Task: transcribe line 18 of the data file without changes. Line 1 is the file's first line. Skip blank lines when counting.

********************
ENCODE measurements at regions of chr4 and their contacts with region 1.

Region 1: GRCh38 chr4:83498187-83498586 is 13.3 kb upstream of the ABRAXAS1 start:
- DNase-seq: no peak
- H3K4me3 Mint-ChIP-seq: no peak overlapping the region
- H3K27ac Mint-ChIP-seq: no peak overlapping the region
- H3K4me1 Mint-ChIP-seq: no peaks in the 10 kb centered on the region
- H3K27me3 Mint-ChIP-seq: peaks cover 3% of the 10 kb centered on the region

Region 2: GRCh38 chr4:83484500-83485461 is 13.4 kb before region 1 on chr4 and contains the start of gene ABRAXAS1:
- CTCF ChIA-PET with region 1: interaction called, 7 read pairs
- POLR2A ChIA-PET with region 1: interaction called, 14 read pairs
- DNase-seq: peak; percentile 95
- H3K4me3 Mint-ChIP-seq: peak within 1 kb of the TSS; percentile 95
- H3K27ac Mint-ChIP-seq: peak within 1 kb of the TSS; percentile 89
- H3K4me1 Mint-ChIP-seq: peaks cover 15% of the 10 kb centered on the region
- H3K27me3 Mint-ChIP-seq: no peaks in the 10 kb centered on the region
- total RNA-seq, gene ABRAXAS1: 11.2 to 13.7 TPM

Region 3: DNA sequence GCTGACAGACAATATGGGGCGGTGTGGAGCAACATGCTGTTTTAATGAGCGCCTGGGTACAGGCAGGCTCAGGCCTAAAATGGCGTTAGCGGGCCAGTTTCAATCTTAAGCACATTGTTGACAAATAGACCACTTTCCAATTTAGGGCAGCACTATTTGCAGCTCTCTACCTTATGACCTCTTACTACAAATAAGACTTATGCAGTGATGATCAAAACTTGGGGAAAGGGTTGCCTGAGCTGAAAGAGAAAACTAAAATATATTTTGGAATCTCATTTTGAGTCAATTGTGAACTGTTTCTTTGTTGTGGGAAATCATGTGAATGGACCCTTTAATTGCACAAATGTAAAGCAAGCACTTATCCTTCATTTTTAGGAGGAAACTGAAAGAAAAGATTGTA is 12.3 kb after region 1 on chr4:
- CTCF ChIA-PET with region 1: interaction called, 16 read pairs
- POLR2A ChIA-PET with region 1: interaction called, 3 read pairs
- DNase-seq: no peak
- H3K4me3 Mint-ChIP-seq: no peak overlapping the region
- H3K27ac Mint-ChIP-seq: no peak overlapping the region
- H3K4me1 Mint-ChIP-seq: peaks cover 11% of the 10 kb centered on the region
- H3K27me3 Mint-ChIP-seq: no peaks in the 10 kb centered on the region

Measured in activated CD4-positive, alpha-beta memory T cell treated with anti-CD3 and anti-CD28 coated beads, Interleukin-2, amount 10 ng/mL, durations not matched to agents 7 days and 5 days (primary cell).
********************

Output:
- CTCF ChIA-PET with region 1: interaction called, 16 read pairs